According to statements released by the companies on Sunday, Dish Networks has settled its dispute with Cablevision and AMC Networks over a high-definition programming arrangement. The end of the lawsuit, which had dragged on for about four years, will see Dish resume broadcast of AMC’s channels.
The lawsuit had been filed by Voom HD which was a unit of Cablevision at the time of filing the lawsuit, alleging that Dish had violated a 15 – year contract to carry a suit of high-definition channels, which Dish stopped broadcasting in 2008. Currently, Voom is a unit of AMC Networks.
A statement issued by Cablevision confirmed that, under the settlement, Dish would pay $700 million to Cablevision and AMC, and about $80 million from the settlement would be used to purchase Cablevision’s wireless spectrum licenses in 45 cities in the United States.
Dish will also enter into a long-term distribution agreement with AMC Networks to carry AMC, IFC, Sundance Channel, and WE tv. Dish would also enter into arrangements with The Madison Square Garden Company to carry ‘Fuse’ on its satellite service.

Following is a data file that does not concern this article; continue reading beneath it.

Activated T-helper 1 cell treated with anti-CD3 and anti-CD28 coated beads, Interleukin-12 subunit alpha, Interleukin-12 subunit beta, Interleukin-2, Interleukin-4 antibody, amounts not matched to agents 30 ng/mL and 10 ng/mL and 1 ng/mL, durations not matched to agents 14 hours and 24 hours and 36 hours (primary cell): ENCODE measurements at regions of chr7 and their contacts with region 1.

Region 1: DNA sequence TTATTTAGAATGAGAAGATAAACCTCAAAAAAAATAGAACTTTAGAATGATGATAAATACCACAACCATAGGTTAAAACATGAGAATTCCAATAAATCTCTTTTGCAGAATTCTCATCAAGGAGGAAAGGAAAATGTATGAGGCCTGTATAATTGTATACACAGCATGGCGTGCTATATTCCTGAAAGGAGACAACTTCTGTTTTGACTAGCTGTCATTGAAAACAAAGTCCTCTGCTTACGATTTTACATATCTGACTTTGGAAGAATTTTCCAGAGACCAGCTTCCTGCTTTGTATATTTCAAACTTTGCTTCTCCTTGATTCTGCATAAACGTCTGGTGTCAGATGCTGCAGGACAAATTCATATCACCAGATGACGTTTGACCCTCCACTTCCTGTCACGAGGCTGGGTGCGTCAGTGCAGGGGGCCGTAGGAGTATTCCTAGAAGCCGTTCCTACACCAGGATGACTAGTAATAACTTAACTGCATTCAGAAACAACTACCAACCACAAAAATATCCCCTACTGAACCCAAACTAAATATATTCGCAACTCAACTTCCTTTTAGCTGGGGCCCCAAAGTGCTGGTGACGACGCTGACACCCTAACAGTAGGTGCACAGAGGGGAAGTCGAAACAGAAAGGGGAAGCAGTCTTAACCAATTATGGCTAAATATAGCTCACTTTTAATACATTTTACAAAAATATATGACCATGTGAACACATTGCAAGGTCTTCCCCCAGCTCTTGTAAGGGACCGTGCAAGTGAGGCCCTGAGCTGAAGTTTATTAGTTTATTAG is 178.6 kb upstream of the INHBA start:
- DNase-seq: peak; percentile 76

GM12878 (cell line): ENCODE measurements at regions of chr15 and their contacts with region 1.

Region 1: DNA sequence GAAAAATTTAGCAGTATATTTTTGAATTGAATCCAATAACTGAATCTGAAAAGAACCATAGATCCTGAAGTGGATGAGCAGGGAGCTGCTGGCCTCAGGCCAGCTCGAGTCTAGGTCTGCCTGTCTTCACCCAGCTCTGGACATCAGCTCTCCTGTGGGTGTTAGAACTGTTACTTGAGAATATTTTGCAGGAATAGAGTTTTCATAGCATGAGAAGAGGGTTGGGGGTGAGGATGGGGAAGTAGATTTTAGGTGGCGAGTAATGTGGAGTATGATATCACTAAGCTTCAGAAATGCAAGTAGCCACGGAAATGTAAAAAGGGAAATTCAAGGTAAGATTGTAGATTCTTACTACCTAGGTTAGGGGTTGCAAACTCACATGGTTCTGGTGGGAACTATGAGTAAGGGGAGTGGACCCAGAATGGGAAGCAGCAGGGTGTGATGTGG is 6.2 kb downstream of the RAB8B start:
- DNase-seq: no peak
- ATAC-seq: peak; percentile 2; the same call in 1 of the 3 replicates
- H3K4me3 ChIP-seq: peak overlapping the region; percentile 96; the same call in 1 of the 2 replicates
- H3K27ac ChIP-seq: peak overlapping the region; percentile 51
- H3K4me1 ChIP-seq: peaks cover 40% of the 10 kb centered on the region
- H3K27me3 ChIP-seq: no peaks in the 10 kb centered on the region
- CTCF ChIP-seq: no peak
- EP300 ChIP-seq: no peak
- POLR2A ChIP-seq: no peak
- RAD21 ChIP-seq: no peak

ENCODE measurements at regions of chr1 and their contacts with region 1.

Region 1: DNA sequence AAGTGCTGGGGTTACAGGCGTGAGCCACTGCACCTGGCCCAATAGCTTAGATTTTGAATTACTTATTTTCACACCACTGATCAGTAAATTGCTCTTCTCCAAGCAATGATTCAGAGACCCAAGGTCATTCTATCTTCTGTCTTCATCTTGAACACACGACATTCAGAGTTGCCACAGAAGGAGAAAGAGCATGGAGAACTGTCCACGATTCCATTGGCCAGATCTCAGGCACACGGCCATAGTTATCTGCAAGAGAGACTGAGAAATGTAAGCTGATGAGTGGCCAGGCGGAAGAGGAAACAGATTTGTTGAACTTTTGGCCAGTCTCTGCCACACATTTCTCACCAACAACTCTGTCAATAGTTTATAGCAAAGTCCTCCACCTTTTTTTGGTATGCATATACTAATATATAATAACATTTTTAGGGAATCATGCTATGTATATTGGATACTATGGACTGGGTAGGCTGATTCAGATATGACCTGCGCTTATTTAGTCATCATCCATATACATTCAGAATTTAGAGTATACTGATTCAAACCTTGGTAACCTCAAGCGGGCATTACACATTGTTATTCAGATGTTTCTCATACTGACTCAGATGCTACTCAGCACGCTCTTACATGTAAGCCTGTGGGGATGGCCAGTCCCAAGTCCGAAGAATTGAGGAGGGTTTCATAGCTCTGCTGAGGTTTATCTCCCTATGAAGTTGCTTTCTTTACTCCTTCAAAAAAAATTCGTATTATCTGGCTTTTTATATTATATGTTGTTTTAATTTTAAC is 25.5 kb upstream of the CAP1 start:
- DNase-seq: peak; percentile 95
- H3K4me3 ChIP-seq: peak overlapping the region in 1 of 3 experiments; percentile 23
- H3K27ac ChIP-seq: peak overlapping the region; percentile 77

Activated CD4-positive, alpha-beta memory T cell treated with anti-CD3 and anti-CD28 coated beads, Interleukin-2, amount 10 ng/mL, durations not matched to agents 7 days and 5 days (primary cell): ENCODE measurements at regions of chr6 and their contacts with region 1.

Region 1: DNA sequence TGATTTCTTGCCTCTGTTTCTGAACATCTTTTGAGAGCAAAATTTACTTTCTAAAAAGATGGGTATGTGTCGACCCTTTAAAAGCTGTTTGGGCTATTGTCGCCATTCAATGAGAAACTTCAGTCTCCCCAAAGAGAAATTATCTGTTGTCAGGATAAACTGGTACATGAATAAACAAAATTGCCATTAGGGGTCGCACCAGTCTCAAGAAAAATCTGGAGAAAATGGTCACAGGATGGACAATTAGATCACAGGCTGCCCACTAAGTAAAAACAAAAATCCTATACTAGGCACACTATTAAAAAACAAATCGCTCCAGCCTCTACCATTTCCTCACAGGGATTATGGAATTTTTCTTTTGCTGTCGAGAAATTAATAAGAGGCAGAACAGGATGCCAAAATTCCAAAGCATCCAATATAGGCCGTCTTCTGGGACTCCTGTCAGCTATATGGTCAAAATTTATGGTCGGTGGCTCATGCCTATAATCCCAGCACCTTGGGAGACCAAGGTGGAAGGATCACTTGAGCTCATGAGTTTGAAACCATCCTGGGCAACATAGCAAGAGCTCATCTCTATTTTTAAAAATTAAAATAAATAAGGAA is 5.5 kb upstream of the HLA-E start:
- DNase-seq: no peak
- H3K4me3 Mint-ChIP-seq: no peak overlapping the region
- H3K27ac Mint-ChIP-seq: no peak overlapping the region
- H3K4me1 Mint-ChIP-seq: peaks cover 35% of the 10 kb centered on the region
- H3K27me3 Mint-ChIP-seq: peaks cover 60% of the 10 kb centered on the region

According to a statement issued by Dish Networks, broadcasting of AMC channels would resume on Sunday, Oct 21, on the Dish Channel 131. The rest of the AMC channels would start being broadcasted on Dish from Nov. 1.
Dave Shull, senior vice president of programming at the Dish Networks said, “This multi-year deal delivers a fair value for both parties and includes digital expansion opportunities for AMC Network’s programming.”
In July, Dish had stopped broadcasting AMC Network’s channels to Dish’s 14 million subscribers alleging that the ratings of AMC channels did not justify the licensing fee increases sought by AMC. However, AMC had always maintained that Dish had dropped AMC’s channels to obtain advantage in the Voom litigation, and that the two companies had never discussed any new carriage agreement.